COLOMBO (Reuters) – Sri Lanka has opened an investigation into the 1987 massacre of Buddhist monks by Tamil separatists from the Liberation Tigers of Tamil Eelam (LTTE) which attacked a bus and killed 31 people, the Liberation Tigers of Tamil (LTTE) said on Tuesday, Supreme Court of the country.
The attorney general’s attorney told the Supreme Court that a survivor, Buddhist monk Andaulpotha Buddhasara, made a statement about the attack. The LTTE, then fighting for a separate homeland for the Tamil minority in the northern and eastern provinces, carried out the attack on June 2, 1987 in Aranthalawa in the eastern district of Ampara.
Some 33 monks and three civilians were traveling in a bus on the day of the monthly Buddhist festival when the bus was attacked by the LTTE, who opened fire at random, killing at least 31 monks. No one was arrested and there was no prosecution as in the case of many attacks perpetrated by the LTTE.
It was later reported as a retaliatory murder by the LTTE for provoking the Sinhalese majority and came two years after they also opened fire on one of the holiest Buddhist shrines, Sri Maha Bodhi in the city. Anuradhapura, in the center-north.
The formation of three members of the Supreme Court will soon have the investigation report following a fundamental rights petition filed by Buddhasara, the public prosecutor told the court. The petitioner cited as respondent the then deputy leader of the LTTE Karuna, who later became a renegade and joined the government.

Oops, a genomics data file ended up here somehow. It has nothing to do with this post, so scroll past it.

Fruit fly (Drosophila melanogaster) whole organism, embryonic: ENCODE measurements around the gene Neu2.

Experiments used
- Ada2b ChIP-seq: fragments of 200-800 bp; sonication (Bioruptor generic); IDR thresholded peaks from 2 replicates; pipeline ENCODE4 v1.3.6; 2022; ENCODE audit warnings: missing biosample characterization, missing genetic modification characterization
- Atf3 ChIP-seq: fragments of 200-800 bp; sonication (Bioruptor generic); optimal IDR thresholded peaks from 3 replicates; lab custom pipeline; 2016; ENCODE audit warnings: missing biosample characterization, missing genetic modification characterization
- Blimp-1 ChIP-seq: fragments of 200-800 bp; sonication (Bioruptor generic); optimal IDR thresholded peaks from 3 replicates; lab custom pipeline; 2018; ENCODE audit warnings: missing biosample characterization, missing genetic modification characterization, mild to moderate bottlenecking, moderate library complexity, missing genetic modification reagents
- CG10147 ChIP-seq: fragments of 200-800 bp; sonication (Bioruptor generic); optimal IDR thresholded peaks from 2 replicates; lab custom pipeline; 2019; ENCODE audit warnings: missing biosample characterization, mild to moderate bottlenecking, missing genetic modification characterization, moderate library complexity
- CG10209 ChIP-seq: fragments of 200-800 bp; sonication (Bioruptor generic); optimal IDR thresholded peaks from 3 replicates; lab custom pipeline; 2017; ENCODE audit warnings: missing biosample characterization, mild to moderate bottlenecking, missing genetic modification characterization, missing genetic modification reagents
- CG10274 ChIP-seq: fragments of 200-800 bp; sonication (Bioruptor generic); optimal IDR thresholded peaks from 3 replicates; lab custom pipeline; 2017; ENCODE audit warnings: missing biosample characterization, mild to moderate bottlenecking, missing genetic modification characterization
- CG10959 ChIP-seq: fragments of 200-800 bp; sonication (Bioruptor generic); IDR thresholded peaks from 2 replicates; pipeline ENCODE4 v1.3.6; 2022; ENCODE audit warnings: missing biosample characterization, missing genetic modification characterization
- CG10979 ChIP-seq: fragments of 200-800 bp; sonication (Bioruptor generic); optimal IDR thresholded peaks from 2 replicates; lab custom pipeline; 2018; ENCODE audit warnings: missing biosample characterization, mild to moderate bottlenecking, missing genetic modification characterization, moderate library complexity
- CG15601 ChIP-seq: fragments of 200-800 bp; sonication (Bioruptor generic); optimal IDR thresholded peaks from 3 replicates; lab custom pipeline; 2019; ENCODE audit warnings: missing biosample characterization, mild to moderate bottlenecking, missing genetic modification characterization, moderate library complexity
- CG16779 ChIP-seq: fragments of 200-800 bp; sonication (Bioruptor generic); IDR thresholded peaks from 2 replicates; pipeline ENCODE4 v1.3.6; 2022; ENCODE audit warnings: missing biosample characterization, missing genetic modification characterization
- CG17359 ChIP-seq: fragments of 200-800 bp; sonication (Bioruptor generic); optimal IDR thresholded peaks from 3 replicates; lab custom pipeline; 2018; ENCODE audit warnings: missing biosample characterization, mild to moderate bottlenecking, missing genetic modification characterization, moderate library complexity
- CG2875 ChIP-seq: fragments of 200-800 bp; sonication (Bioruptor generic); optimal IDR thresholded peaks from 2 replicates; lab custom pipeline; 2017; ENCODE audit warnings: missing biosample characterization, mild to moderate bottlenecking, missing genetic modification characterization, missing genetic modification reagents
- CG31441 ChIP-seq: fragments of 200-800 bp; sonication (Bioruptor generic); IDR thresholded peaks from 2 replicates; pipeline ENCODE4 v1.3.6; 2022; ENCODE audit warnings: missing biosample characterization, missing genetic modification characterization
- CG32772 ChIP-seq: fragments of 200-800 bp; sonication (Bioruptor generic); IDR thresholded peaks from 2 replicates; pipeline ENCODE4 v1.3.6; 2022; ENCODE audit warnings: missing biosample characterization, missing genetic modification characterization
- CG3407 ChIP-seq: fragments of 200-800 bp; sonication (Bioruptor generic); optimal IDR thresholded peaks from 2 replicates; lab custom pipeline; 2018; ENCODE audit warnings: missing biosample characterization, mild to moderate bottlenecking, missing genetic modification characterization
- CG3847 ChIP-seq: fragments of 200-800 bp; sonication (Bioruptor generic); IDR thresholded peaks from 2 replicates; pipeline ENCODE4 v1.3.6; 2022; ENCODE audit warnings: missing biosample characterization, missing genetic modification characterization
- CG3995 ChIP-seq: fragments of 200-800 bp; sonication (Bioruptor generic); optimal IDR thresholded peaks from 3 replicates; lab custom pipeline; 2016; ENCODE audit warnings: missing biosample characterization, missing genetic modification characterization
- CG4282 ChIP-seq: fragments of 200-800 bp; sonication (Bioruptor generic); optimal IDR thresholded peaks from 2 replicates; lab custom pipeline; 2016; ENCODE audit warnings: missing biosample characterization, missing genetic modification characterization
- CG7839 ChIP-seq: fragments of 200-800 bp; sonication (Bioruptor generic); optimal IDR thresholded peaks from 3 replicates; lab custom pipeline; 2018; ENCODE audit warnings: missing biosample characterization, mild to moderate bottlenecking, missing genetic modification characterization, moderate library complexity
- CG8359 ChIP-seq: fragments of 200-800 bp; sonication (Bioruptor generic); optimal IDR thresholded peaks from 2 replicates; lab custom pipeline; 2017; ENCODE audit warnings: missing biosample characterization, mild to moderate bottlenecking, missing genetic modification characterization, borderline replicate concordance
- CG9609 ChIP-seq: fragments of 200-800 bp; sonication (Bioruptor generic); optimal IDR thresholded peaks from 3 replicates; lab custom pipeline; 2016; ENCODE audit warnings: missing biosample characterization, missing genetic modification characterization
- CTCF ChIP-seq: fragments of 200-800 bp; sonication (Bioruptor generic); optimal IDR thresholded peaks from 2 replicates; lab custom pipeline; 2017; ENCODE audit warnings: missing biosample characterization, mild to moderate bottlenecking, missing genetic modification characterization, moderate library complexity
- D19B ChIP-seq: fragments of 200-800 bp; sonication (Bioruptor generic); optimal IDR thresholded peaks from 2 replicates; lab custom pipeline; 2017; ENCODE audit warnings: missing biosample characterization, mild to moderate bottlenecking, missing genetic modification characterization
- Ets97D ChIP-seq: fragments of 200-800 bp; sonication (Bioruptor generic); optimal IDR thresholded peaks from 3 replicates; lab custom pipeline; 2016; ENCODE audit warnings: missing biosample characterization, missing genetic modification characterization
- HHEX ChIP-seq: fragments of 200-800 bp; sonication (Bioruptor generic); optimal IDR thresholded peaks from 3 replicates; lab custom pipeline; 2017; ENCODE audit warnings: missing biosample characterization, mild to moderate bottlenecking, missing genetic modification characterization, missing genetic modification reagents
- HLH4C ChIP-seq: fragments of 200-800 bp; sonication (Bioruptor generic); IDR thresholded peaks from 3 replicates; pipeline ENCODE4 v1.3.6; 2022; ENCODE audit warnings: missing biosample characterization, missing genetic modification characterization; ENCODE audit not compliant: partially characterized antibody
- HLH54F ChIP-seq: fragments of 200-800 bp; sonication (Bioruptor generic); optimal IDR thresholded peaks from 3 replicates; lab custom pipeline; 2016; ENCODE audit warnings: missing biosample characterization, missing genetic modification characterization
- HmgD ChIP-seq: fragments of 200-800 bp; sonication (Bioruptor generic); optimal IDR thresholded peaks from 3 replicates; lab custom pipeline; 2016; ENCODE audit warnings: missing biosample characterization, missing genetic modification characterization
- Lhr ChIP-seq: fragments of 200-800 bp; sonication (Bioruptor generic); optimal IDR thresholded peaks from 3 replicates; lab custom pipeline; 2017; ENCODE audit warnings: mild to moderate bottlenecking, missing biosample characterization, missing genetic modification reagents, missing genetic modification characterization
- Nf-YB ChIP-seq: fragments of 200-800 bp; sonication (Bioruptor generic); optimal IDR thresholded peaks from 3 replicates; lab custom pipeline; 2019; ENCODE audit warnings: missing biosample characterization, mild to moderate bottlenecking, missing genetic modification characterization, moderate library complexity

He even entered the national parliament and became deputy minister between 2010 and 2015.
The LTTE waged a military campaign for a separate Tamil homeland in the island nation’s northern and eastern provinces for nearly 30 years before it collapsed in 2009 after the Sri Lankan military killed its supreme leader Velupillai Prabhakaran.
According to Lankan government figures, more than 20,000 people are missing due to various conflicts, including the brutal three-decade war with the Lankan Tamils ââin the north and east which has left at least 100,000 dead.
International rights groups say at least 40,000 ethnic Tamil civilians were killed in the later stages of the war, but the Sri Lankan government has disputed the figures.